Figure 2: (a) Intraoperative picture: A running full-thickness inner absorbable 3/0 inverting suture line is robotically performed to complete the internal layer of the whole circumference of the ileocolic side-to-side isoperistaltic strictureplasty. On the right side of the figure, a drawing clarifying the intraoperative picture. (b) Intraoperative picture: final view of the side-to-side isoperistaltic strictureplasty after the external seromuscular suture line is completed also in its anterior layer. On the right side of the figure, a drawing clarifying the intraoperative picture
Written informed consent was obtained from the patient for publication of this case report/any accompanying images, obtaining ethical approval from the local Experts Committee of Careggi Hospital.
Although laparoscopy may appear ideal for some patients with CD (those of young age, with benign disease and at risk of iterative surgery), the use of this surgical technique has spread only in the last two decades because of technical difficulties such as inflammatory mesenterium, the presence of fistulas, pre-and intra-operative difficulties in evaluating the disease extent and intestinal wall inflammation, as well as the patient's characteristics (malnutrition and immunosuppression) which induced surgeons to prefer open surgery or limit laparoscopy to the mobilisation of the bowel.
In 2001, Milsom et al. published the first prospective study comparing the laparoscopic to the open approach in 60 patients undergoing ileocecal resection for CD. While morbidity and mortality were similar in the two groups, there was an advantage in the incidence of minor complications in the laparoscopic group. A meta-analysis of 2007 confirmed the advantage of laparoscopy, demonstrating an average hospital stay of <2 days and a lower morbidity rate. A further evolution of the laparoscopic approach in a recent years has been the development of single-site laparoscopic surgery (SILS), with the aim of preserving as much of the abdominal wall as possible. Results of preliminary experience have been encouraging. This analysis support the role of laparoscopy in the surgical treatment of CD although some technical aspects still remain debated, particularly for which concern the choice between a totally intracorporeal or extracorporeal resection. On this regard, the preference between the two techniques is not well explored in literature. In a study on 80 patients operated on for laparoscopic intracorporeal ileocecal resection, Bergamaschi et al. demonstrated a favourable short-term outcome regarding perioperative blood loss as well as anastomotic leakage, while the overall length of skin incision at the specimen extraction site was lower than extracorporeal technique. Authors describe a totally stapled technique including only patients with CD confined to the terminal ileum and cecum with or without fistula. Moreover, even if the correlation between the length of fascia opening and the rate of incisional hernia is controversial; this approach seems reasonable for such a patient with an high risk of iterative surgery, as CD patients are.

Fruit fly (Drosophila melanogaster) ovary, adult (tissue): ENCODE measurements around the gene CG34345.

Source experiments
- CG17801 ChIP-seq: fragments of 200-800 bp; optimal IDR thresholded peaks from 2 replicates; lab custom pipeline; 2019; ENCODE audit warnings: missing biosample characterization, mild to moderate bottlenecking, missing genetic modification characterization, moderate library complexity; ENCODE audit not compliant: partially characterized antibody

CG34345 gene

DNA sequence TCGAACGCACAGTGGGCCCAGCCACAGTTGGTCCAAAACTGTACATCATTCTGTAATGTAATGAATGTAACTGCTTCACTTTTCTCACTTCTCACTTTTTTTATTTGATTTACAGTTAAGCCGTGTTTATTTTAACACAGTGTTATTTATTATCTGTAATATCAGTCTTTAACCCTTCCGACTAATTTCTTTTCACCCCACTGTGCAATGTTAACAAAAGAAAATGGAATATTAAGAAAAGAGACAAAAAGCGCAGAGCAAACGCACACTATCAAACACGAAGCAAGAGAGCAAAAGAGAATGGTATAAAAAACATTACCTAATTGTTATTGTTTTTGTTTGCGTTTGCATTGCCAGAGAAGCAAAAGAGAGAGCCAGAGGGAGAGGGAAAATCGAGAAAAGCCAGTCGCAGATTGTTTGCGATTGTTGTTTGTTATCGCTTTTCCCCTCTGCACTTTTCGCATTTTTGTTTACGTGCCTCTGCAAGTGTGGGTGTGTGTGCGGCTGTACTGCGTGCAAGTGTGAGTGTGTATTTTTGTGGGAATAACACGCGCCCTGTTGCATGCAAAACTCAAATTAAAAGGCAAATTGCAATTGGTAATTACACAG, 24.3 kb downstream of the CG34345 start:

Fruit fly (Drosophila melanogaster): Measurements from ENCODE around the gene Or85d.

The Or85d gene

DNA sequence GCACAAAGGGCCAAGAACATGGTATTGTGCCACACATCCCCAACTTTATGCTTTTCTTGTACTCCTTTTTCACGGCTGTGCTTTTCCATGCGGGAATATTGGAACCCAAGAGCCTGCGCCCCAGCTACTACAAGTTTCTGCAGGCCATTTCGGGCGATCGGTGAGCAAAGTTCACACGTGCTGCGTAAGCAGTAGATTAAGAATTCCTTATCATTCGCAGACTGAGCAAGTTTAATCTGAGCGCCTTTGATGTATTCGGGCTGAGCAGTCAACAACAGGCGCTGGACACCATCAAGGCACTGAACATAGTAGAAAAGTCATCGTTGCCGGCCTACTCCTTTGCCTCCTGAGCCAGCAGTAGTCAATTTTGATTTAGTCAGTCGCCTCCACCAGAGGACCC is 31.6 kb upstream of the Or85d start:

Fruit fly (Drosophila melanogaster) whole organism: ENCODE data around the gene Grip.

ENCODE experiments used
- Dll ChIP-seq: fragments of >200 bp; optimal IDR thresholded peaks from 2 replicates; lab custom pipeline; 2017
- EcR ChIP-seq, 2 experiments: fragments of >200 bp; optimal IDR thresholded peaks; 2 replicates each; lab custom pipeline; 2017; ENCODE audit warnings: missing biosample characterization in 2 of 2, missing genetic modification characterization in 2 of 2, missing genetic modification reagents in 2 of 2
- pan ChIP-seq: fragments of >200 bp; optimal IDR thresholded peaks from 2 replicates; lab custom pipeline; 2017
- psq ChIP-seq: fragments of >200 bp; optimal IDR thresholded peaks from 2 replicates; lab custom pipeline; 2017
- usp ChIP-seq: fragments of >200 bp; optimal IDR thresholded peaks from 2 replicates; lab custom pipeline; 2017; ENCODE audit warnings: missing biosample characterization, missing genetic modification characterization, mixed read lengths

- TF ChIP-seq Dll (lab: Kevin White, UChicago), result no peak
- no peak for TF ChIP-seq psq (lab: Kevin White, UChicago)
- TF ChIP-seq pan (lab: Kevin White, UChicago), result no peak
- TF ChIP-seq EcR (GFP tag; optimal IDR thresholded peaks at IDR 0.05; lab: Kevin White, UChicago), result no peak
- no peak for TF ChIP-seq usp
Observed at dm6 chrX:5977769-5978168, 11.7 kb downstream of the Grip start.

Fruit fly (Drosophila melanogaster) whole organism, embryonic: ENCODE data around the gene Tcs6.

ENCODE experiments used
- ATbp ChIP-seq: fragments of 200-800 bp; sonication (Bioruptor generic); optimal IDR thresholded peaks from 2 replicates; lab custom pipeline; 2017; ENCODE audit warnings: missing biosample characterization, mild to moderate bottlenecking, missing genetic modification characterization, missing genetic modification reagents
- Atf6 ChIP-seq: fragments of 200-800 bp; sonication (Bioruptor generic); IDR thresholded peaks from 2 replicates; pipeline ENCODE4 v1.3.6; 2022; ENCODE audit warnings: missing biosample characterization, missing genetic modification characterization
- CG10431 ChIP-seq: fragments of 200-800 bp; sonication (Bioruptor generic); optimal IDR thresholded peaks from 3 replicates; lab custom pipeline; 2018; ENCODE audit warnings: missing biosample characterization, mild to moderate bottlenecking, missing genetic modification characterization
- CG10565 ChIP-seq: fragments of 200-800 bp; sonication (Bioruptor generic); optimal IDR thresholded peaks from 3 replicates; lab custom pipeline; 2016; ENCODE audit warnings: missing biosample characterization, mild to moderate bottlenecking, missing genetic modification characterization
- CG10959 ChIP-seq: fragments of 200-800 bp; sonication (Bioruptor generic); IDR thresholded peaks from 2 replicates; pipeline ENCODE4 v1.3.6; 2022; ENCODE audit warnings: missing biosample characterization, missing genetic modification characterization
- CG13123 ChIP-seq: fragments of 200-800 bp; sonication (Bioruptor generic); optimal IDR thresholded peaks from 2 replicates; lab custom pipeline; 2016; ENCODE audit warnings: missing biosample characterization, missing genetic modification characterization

A critical analysis of the published data and our experience in clinical practice indicate that bowel-sparing techniques are difficult to be combined with a totally intracorporeal approach because the technical difficulties involved in performing complex hand-sewn intracorporeal strictureplasties by laparoscopy.,,,, However, over the last 30 years, the SXPL method has further expanded and been increasingly utilised in referral institutions where it has become very relevant in particular for the treatment of extended CD. As a result, many new techniques have been developed. We recently described a modified SSIS that could be recommended for those patients presenting with an extended diseased bowel in which the proximal stricture is not too much diseased, and it can be safely anastomosed distally to the healthy bowel by a side-to-side isoperistaltic running suture. The main advantage of this technique is its simplicity suggesting it might be performed by laparoscopy.
The use of robotic surgery for the treatment of CD has been less explored in the literature. Only one case of Heineke-Mikulicz strictureplasty, has been performed by a robotic approach, while a side-to-side strictureplasties have never been described before by a minimally invasive totally intracorporeal approach.
The characteristics of robotics could be better exploited when complex manipulation of tissues is required for this reason, we used the robotic approach to perform an ileocecal resection combined with the intracorporeal hand-sewn side-to-side strictureplasty according to our previously described technique. Our report demonstrates that robotic hand-sewn intracorporeal strictureplasties are feasible in selected cases. This could be another technical solution in the heterogeneous spectrum of presentation of CD, allowing the intersection between laparoscopy with intracorporeal resection and bowel-sparing surgery for CD patients, as it may help to bypass some of the technical limitations of conventional laparoscopy. Further studies are needed to demonstrate the effective application of this technique and the cost-effectiveness of this approach.
Declaration of patient consent
The authors certify that they have obtained all appropriate patient consent forms. In the form the patient(s) has/have given his/her/their consent for his/her/their images and other clinical information to be reported in the journal. The patients understand that their names and initials will not be published and due efforts will be made to conceal their identity, but anonymity cannot be guaranteed.